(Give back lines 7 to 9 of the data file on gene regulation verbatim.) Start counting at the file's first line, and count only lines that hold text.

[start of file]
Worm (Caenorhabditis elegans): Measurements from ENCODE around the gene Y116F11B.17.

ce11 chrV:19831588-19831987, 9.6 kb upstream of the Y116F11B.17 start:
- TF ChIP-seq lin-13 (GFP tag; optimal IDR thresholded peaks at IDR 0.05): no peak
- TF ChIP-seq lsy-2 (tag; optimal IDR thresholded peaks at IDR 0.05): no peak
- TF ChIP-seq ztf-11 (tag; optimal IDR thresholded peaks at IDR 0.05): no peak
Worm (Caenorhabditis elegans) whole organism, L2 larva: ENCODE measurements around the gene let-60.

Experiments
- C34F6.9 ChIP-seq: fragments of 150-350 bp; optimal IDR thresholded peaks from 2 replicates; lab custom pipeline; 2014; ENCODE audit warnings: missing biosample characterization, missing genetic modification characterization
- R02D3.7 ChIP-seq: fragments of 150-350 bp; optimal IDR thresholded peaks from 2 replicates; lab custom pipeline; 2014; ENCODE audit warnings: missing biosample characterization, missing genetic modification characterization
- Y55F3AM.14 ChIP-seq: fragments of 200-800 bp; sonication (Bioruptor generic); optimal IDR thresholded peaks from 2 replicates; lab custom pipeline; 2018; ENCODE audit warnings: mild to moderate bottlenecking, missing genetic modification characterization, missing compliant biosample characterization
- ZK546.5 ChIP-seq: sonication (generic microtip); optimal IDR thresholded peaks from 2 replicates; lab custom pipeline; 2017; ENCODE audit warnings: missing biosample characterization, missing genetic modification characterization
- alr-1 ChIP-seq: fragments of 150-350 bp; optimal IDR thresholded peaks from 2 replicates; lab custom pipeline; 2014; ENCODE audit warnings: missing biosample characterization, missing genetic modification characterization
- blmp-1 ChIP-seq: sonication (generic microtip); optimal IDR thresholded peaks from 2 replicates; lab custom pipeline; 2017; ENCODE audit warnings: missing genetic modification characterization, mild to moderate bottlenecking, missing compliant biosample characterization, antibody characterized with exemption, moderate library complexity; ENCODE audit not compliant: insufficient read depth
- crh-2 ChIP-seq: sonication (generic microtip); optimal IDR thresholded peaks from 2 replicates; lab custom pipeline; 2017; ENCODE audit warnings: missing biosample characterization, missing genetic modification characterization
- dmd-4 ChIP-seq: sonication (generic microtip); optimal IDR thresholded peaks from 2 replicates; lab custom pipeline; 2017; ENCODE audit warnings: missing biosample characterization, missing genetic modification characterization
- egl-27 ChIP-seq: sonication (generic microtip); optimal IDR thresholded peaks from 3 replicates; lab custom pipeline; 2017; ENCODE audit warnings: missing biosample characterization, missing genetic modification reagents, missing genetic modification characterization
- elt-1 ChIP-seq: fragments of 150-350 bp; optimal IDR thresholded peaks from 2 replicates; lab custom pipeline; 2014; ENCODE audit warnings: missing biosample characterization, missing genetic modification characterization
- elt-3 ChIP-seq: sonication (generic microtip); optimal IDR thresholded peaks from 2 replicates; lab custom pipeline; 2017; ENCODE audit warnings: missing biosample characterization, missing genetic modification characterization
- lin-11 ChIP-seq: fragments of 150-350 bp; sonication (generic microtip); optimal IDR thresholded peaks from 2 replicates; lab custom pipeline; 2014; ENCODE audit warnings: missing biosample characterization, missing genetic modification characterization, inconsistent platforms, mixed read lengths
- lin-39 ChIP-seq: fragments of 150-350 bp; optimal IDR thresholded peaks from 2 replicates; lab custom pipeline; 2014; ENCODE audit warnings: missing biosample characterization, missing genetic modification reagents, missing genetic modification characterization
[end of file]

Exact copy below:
Experiments
- C34F6.9 ChIP-seq: fragments of 150-350 bp; optimal IDR thresholded peaks from 2 replicates; lab custom pipeline; 2014; ENCODE audit warnings: missing biosample characterization, missing genetic modification characterization
- R02D3.7 ChIP-seq: fragments of 150-350 bp; optimal IDR thresholded peaks from 2 replicates; lab custom pipeline; 2014; ENCODE audit warnings: missing biosample characterization, missing genetic modification characterization